Association of genetic, psychological and behavioral factors with sleep bruxism in a Japanese population

Authors


Dr Kazuyoshi Baba, Department of Prosthodontics, School of Dentistry, Showa University, 2-1-1 Kitasenzoku, Ohta-ku, Tokyo 145-8515, Japan. Tel.: +81-3-3787-1151; fax: +81-3-3784-7603; e-mail: kazuyoshi@dent.showa-u.ac.jp

Summary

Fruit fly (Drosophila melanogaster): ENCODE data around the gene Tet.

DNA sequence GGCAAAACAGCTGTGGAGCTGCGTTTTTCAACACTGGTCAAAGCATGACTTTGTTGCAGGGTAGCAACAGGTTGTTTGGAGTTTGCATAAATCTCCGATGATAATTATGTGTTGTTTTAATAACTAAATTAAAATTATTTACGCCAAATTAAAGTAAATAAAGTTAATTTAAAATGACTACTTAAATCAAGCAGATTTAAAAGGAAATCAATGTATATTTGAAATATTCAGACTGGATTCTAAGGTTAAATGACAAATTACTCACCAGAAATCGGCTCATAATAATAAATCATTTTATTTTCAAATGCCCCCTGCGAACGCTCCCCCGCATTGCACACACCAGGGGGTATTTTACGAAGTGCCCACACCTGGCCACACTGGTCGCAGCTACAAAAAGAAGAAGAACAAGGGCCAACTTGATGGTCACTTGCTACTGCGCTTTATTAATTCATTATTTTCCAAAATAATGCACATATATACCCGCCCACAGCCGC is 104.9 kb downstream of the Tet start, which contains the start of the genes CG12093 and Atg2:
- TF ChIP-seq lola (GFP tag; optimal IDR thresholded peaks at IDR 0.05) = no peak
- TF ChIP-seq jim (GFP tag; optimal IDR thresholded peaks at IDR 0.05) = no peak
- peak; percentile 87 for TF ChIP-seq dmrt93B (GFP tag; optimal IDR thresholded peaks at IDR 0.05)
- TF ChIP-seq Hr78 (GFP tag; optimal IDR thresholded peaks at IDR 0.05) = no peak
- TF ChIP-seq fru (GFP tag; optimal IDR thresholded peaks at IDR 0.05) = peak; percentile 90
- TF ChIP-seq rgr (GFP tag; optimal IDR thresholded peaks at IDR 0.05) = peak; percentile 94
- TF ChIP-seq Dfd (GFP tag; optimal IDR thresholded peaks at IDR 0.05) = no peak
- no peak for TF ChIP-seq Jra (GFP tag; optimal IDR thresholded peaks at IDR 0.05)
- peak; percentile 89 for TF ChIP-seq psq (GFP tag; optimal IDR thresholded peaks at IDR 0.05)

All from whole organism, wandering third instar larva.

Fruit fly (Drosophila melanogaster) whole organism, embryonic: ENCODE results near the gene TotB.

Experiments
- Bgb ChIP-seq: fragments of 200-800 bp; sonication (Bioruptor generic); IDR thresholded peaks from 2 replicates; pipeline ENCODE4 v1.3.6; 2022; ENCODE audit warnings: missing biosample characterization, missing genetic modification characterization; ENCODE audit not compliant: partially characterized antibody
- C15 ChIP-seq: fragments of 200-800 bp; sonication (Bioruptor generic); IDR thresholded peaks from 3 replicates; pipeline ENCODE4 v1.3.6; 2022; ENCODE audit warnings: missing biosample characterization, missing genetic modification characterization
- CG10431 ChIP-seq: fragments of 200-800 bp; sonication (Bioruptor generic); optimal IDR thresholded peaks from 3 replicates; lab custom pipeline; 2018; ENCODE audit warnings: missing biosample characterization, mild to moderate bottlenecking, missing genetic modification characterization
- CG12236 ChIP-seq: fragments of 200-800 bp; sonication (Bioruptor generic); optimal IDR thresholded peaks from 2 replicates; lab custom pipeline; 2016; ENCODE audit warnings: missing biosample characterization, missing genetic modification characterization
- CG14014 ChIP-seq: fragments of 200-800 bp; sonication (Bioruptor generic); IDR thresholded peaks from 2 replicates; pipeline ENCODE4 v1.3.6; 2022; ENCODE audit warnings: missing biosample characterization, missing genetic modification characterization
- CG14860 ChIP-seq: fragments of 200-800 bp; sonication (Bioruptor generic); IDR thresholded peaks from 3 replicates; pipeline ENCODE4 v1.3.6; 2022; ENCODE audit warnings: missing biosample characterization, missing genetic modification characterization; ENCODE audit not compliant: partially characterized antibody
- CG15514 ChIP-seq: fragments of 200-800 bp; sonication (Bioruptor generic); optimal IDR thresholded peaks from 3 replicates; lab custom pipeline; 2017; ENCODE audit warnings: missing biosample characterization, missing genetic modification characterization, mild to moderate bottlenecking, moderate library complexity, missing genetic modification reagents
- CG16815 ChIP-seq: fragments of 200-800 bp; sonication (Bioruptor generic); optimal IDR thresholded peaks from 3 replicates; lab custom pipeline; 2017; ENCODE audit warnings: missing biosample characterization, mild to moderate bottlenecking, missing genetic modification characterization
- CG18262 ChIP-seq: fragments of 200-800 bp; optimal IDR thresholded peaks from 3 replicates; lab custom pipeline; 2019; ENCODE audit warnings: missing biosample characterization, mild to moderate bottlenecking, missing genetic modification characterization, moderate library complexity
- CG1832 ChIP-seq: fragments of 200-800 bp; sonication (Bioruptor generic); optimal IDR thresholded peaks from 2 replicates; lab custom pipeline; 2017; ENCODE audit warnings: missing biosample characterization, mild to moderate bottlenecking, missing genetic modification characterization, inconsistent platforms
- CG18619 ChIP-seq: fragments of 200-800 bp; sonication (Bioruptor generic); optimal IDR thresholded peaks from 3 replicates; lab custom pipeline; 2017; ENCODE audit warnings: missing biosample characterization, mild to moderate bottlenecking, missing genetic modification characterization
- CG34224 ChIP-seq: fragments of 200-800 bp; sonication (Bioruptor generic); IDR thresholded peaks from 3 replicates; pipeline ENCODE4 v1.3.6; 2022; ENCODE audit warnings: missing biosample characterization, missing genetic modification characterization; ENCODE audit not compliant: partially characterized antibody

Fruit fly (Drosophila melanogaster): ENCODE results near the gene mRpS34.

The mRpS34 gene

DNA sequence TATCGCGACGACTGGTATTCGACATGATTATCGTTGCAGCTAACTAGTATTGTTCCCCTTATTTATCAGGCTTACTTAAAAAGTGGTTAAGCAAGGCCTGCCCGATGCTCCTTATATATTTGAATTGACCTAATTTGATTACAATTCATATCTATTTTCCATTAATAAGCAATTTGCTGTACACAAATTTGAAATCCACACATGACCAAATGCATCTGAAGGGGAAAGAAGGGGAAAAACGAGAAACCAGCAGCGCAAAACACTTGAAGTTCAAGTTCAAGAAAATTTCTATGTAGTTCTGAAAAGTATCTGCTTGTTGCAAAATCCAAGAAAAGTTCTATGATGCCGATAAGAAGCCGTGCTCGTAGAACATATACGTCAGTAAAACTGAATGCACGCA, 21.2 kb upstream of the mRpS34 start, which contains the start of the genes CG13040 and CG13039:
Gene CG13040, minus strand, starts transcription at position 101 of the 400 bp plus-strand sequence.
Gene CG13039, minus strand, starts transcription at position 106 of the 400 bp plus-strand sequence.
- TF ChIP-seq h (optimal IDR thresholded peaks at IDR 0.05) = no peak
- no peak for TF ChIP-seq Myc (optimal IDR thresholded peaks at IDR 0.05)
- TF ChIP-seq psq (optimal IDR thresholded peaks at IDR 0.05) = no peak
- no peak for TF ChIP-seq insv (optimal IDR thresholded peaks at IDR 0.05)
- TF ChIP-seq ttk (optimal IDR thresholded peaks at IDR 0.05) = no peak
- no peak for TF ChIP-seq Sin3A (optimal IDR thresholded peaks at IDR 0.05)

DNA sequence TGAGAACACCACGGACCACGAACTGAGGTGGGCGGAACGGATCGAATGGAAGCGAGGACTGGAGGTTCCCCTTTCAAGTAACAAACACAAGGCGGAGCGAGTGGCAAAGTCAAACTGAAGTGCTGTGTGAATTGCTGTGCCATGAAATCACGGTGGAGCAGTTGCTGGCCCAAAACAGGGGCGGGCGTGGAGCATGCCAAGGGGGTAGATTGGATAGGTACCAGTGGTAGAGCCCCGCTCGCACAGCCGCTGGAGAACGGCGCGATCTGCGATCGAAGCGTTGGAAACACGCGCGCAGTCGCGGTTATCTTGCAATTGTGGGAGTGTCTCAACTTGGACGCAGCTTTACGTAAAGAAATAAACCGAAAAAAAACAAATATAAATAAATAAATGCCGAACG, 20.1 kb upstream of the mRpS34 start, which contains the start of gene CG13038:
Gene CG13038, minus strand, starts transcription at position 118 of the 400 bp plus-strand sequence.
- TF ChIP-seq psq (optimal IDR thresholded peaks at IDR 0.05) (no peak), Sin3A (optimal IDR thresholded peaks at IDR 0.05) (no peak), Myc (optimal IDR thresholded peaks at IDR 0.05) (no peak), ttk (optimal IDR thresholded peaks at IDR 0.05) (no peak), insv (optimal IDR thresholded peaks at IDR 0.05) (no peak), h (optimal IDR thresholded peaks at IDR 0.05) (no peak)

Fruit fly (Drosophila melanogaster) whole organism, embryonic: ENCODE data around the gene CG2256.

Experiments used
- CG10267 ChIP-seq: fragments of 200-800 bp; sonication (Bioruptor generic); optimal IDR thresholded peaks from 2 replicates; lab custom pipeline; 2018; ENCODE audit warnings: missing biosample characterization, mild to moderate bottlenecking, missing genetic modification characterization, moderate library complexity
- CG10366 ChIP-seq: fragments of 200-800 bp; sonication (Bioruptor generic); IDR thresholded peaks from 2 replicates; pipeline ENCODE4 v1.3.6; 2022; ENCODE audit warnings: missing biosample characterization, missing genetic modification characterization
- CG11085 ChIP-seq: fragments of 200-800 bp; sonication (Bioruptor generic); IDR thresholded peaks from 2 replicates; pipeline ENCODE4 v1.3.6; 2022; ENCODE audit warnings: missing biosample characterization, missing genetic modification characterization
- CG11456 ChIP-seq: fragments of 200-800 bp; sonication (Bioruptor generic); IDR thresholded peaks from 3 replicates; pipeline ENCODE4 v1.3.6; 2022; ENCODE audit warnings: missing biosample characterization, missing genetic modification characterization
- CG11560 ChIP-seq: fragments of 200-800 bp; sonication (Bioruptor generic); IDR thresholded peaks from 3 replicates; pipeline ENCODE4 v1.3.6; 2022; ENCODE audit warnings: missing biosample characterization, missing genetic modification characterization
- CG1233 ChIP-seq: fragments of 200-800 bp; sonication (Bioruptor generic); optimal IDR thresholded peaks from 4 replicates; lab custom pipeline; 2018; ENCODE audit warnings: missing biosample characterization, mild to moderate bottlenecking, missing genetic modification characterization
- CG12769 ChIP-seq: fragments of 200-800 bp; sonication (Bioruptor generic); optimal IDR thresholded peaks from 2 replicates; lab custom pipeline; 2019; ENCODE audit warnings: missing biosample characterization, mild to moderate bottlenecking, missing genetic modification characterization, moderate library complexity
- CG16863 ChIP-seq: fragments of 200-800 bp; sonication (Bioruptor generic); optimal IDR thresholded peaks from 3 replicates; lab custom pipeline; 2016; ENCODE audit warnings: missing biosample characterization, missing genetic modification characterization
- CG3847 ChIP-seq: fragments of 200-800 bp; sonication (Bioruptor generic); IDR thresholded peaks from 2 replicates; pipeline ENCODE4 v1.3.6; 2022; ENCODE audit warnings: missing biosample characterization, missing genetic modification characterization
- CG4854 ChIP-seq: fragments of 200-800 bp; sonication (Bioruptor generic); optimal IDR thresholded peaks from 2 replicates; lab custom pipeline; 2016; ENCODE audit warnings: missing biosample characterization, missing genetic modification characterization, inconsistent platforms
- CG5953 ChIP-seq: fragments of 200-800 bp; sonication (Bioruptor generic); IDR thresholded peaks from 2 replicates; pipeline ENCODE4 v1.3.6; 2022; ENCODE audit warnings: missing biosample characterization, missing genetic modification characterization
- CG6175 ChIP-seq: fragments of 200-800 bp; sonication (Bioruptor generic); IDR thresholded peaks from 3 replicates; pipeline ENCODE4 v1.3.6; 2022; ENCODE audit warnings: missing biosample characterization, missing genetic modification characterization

Sleep bruxism is a sleep-related movement disorder that can be responsible for various pains and dysfunctions in the orofacial region. The aim of the current case–control association study was to investigate the association of genetic, psychological and behavioral factors with sleep bruxism in a Japanese population. Non-related participants were recruited and divided into either a sleep bruxism group (= 66) or control group (= 48) by clinical diagnoses and 3-night masseter electromyographic recordings by means of a portable miniature device. The Epworth Sleepiness Scale, Temperament and Character Inventory, NEO-Five Factor Inventory and custom-made questionnaires that asked about familial aggregation, alcohol intake, caffeine intake, cigarette smoking, past stressful life events, daytime tooth-contacting habit, temporomandibular disorder, daily headache, snoring, apnea/hypopnea symptoms, leg-restlessness symptoms and nocturnal-myoclonus symptoms were administered. In addition, 13 polymorphisms in four genes related to serotonergic neurotransmission (SLC6A4, HTR1A, HTR2A and HTR2C) were genotyped. These factors were compared between case (sleep bruxism) and control groups in order to select potential predictors of sleep-bruxism status. The statistical procedure selected five predictors: Epworth Sleepiness Scale, leg-restlessness symptoms, rs6313 genotypes, rs2770304 genotypes and rs4941573 genotypes. A multivariate stepwise logistic regression analysis between the selected predictors and sleep-bruxism status was then conducted. This analysis revealed that only the C allele carrier of HTR2A single nucleotide polymorphism rs6313 (102C>T) was associated significantly with an increased risk of sleep bruxism (odds ratio = 4.250, 95% confidence interval: 1.599–11.297, = 0.004).This finding suggests a possible genetic contribution to the etiology of sleep bruxism.

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